John Baumgartner


GOODFELLAS (1990, Scorsese)

The stuff I found for today’s post is awesome, complete with multi-media bonus features that really demonstrate the brilliance of Scorsese’s work here.  (As with Spielberg, I could fill an entire blog just with shots by Scorsese.)

Often times when a powerful, economical staging goes down before my eyes, I ask myself, “How the hell does the brain come up with that?”  With this scene, you have to wonder how much of that was in the script, how much of it was pre-conceived by the director, how much discovered on set, how much discovered in post?  With this video, the killing of Stacks, and with — wait for it — the shooting script pages from this scene, we get a tiny peek behind the curtain on what went down.

Before we get too far into it, it’s best if you watch today’s entire scene first:

What Scorsese had to work with…

If you read this scene in the shooting script PDF excerpt, (it’s a page and half), you see nearly a completely different scene.  It’s got the same characters and the same outcome, but the approach is entirely different.  Oners are great at building suspense (see this post here ) and this one is no exception. Obviously, reading the pages for this scene, Scorsese instinctually realized that a simpler more fluid staging would be infinitely stronger than the cuts the script suggests (which isn’t always the case, of course).

Now, this opening oner is great and all, BUT it’s the genius of this scene’s CODA that blows my brains out (no offense, Stacks). So unexpected, original and fun.

Shot4shot Goodfellas

Scorsese chooses to allow the tension of the first oner to play to maximum effect by not having voiceover on top of it, as the script suggests, but decides he can have his cake and eat it too, because really, there are no rules.  In place of the voiceover there is Tommy/Pesci’s fantastic pocket dialogue (dialogue written or improvised to cover business).

Then, with the help of slow motion and an inspired music choice (his always are), he adds a “recap” of the killing, a coda, now letting us see the cold and crazy Tommy in this new perspective on what just went down.

Reading the script it’s not hard to imagine Scorsese thinking that the voice over was an opportunity to do something stylized and unexpected, something that would be strongly in the style and tone of the movie and elevate the scene with a real cool factor. In the script the voice over actually feels like a coda, and Scorsese takes it literally and enjoys it as such. The more I direct, the more I love and search for these clues in the script that suggest going off the well worn path.

Finally, as a button, we cut to the ol’ faithful of director’s seeking buttons to their murder scenes – the high-and-wide of the aftermath. (That’s a skinny Sam Jackson, btw.)

Hope you’ll have a quick read of the scene in shooting script form (thanks to Joe Lajeunesse for getting it to me); it’s an amazing case study of how a director like Scorsese can elevate already mighty high material, giving it a powerful, signature style.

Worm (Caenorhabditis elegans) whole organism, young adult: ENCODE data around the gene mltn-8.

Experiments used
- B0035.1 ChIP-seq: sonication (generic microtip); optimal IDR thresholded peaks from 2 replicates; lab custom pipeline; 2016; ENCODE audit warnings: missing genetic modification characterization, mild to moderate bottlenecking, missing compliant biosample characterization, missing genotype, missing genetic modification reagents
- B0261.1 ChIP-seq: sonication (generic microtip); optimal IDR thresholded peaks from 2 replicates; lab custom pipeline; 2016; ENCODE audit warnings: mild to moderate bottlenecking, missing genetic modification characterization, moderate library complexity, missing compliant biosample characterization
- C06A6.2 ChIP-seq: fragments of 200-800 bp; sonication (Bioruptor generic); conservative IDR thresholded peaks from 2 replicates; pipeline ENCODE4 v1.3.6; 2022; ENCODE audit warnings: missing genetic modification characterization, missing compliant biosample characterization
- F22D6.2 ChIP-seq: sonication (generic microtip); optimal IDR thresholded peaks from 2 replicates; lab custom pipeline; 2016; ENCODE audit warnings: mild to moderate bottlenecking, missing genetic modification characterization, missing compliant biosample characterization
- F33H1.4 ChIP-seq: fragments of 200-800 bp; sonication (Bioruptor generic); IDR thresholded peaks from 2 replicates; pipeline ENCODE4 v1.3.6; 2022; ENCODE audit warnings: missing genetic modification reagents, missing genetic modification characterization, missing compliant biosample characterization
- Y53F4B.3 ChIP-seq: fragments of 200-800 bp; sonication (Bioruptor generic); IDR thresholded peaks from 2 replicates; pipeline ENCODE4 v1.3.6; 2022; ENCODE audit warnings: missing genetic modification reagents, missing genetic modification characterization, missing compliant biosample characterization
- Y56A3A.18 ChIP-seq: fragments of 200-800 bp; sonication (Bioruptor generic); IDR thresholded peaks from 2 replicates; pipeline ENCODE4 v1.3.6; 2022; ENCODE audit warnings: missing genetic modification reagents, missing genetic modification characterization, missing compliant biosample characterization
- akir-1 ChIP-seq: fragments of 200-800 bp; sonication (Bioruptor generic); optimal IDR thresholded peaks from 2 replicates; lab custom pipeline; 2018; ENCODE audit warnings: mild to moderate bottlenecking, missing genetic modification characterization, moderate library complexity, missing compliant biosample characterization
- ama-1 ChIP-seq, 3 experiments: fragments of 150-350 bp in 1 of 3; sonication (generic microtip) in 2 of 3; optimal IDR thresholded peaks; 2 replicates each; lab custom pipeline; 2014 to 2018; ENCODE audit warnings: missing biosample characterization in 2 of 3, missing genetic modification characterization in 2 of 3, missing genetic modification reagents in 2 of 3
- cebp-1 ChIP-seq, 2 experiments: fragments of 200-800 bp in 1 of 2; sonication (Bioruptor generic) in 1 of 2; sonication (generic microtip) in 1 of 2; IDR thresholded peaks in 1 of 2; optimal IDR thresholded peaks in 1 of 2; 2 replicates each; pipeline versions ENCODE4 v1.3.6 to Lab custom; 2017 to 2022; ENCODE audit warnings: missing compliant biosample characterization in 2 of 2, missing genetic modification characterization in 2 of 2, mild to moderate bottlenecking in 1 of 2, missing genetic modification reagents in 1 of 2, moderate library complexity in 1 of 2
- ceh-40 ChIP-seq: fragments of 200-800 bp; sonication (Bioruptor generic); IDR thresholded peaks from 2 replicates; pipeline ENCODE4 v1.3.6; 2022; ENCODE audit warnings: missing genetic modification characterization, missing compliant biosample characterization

• May 15, 2011

    The thing that really makes this a gamble – and a brilliant peace of storytelling for me is that he shoots him once in the head from the first angle, but when the scene is replayed in the “Coda”, suddenly, he is shooting four times. Scorsese had to see the inconsistency of this, but ignored it for the sake of bringing this moment to his audience. Almost like he’s saying “it’s a story that’s being recounted, anyway…did he shoot once or four times? We’ll never really know”. (Maybe he’s firing four times in his own mind, even if he was told to shoot only once?)

    Reminds me of the Greedo/Han controversy, as Lucas continues to revise the story over and over. Is it sloppy, or brave? It’s very deliberate, so it must simply be at the discretion of the storyteller.

  • May 15, 2011

    BTW, it does seem like he wanted the voice over for clarity and pacing, but didn’t want to spoil the suspense of the single take, like you are suggesting. Great post!

  • May 15, 2011
    Mark Rakocy

    Right after the initial head shot, he cuts to the guy in the doorway and you hear (but don’t see) 3 more shots. They’re kinda muffled from the silencer but definitely gunshots, you even hear the shell casing hitting the floor.

  • November 18, 2011
    Jeremy Cole

    Your point about the power of oners makes me think that cutting from a master shot in film is a little like blinking in a staring contest. It releases tension. When we see one, I think it subconsciously sets an expectation in our minds that we’re going to see an unfiltered look at events – verite style – and that we’re not going to be able to look away. In a scene like this, it makes us squeamish because we feel the impending hit and we instinctively know we’re not going to be able to cut away to a more comfortable point of view (not that we articulate that to ourselves but we feel it).

    Funny that cutting back and forth between two shots like, say, two trains approaching each other head on builds tension for the same yet opposite reason. It forces us away from the comfort of a single POV into the discomfort of seeing what’s about to happen. A paradoxically same/different “can’t look away” type of moment.

    Anywho, just the musings that came to me when I read your post…


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